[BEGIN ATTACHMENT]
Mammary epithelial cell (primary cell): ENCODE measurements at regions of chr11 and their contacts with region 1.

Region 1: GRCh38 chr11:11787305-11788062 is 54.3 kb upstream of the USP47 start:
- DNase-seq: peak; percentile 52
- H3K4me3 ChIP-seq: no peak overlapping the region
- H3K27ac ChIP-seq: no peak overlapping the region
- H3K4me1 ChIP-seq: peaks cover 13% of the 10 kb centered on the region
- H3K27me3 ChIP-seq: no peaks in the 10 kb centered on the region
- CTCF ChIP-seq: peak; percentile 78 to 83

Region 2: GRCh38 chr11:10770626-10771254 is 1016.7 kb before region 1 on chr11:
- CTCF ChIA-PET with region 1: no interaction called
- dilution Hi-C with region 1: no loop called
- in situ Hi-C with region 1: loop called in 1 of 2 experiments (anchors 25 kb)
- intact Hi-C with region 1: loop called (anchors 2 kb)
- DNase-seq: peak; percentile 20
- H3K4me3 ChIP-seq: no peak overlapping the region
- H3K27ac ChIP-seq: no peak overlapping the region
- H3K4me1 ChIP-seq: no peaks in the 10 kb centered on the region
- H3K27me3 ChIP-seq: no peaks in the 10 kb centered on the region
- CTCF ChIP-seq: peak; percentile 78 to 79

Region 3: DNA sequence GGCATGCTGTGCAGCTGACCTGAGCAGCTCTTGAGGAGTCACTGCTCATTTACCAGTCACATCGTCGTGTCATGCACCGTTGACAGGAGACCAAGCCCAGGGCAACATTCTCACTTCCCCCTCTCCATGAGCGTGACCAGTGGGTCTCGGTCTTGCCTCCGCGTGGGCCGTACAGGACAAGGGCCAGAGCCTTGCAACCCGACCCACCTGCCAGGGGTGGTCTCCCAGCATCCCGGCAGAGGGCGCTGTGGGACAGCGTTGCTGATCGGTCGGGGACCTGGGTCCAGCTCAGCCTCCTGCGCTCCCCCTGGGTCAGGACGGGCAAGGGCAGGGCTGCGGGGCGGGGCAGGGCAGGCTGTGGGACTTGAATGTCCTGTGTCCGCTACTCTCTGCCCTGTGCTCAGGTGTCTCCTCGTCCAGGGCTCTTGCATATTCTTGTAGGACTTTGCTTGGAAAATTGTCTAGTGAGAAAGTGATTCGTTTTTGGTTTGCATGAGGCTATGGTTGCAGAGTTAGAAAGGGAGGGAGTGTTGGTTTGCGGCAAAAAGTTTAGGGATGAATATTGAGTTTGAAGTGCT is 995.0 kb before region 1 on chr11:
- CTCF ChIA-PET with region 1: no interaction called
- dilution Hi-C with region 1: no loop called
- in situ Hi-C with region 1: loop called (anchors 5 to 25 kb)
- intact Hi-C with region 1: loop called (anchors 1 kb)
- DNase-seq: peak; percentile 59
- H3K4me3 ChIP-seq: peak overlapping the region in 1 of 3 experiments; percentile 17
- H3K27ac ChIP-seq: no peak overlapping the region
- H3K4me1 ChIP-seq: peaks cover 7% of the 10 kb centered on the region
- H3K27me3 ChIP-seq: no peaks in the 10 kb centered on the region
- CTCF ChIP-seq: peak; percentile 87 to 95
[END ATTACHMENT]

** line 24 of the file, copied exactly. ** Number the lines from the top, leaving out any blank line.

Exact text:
- intact Hi-C with region 1: loop called (anchors 1 kb)